Digitization of banking is accelerating around the world, but in North America it is lagging as CEOs prioritize regulatory concerns, according to new research from the Economist Intelligence Unit released at a Temenos banking technology conference in Dublin this week. Fifty-six percent of North American large bank CEOs said regulatory fines and penalties will have a major effect on banking through 2020, compared to just 34 percent who said the same about new technologies such as artificial intelligence and blockchain. In other global regions, 48-54 percent of CEOs labeled new tech as a major influencer on banking.
Meanwhile, bankers globally continue to invest in tech-oriented changes to their business models. More than half said their business model is evolving to become an aggregator of third-party products, that they are opening services to third-party developers and that they are viewing banking as a “digital ecosystem.” However, six in 10 said that they are developing niche propositions for their own customers. Global bank CEOs are making these changes due in part to their majority-held beliefs that customers are willing to forego human banker contact if the services are cheaper or free, that cash will dwindle to 5 percent or less of all global transactions and that retail banking will be at least 80 percent automated.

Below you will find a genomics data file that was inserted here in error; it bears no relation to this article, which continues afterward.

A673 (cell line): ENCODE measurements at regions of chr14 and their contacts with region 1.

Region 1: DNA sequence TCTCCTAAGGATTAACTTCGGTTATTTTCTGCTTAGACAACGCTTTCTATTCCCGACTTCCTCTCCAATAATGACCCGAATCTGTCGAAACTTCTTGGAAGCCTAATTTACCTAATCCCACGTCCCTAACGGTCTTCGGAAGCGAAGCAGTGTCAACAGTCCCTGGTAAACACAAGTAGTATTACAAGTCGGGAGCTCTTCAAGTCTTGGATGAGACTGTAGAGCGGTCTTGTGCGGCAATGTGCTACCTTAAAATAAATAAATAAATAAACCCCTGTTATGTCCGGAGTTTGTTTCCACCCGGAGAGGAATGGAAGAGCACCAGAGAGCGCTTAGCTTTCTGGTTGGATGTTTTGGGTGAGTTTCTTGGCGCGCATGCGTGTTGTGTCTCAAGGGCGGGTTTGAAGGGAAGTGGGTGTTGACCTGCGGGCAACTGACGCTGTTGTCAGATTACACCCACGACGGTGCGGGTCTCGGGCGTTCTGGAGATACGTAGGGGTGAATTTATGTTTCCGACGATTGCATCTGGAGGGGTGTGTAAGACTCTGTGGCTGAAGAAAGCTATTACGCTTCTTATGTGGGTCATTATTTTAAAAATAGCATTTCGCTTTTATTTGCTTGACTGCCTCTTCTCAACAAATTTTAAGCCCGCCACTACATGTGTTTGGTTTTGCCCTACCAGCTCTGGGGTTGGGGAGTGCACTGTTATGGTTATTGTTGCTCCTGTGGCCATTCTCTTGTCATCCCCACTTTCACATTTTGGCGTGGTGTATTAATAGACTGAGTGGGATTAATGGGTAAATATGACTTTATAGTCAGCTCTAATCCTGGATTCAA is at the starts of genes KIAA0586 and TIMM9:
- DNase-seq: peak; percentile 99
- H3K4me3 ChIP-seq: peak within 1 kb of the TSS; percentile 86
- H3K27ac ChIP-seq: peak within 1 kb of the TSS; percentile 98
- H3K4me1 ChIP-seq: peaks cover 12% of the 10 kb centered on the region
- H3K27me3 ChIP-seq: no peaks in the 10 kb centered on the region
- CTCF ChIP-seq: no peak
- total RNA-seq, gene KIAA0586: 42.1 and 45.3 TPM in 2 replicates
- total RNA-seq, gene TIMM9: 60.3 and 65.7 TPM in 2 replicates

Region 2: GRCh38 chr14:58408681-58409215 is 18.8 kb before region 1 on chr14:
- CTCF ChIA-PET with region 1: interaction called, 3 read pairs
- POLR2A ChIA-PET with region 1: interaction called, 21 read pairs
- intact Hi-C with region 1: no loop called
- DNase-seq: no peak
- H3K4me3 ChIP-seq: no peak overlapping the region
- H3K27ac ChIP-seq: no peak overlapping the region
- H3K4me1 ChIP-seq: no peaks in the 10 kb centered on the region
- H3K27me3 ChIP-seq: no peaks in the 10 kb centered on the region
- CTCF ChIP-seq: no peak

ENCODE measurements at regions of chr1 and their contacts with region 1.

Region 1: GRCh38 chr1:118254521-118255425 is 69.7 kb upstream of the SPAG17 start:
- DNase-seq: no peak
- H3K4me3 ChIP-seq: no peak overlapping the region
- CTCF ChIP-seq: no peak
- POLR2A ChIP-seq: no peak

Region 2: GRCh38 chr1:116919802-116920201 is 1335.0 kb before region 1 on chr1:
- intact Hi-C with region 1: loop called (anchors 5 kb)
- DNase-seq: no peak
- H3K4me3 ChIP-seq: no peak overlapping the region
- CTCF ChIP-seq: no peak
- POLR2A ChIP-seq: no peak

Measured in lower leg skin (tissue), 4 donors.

As banks shift toward digitally oriented business models, seven in 10 are making major investments in cybersecurity, while 54 percent are focusing on individual delivery capabilities, nearly half are moving toward cloud technologies and 37 percent are modernizing their front- and back-office systems. As for concerns, more than half of globally active bankers expressed worry about inconsistent data protection standards, such as how the U.S. market intersects with the European Union’s GDPR.